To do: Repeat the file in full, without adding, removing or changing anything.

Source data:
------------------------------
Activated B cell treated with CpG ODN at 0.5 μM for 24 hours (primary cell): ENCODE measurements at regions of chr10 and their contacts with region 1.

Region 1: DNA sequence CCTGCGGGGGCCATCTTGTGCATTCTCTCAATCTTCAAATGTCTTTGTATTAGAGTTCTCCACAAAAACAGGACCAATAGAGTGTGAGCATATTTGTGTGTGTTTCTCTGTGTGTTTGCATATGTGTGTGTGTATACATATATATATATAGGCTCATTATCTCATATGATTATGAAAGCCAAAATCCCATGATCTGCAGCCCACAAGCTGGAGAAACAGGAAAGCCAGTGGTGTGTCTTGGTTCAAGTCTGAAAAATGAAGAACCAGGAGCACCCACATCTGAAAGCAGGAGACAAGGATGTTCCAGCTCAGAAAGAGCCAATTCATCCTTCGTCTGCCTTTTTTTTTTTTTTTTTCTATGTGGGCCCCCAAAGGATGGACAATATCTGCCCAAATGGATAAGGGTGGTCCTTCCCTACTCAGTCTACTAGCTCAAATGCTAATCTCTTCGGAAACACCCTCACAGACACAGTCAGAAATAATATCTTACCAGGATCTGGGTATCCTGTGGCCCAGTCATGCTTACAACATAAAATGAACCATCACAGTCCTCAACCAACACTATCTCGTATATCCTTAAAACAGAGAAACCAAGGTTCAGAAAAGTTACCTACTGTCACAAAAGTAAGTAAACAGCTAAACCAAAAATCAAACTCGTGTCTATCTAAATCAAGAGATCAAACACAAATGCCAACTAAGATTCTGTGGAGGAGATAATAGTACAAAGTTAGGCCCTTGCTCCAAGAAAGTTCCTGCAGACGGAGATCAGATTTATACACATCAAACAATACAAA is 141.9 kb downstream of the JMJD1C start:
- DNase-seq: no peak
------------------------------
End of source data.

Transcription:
Activated B cell treated with CpG ODN at 0.5 μM for 24 hours (primary cell): ENCODE measurements at regions of chr10 and their contacts with region 1.

Region 1: DNA sequence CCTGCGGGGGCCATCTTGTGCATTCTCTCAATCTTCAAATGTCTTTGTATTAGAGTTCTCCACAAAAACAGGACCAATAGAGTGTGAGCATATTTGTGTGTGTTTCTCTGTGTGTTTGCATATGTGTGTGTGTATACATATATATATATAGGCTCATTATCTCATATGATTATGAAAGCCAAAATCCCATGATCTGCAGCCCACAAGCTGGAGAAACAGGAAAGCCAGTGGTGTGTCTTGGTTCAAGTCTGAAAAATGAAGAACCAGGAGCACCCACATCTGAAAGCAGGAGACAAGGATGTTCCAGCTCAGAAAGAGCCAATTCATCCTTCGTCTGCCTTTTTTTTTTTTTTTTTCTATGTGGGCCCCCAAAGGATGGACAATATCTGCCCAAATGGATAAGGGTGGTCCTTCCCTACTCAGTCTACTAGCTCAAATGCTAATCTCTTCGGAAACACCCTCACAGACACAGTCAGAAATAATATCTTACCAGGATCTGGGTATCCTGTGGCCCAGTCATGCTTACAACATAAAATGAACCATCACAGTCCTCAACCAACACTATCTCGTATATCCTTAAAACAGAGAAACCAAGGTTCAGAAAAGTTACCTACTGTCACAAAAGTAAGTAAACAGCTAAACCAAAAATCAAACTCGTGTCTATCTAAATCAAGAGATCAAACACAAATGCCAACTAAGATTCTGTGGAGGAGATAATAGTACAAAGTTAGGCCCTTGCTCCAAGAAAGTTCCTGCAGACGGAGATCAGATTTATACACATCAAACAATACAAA is 141.9 kb downstream of the JMJD1C start:
- DNase-seq: no peak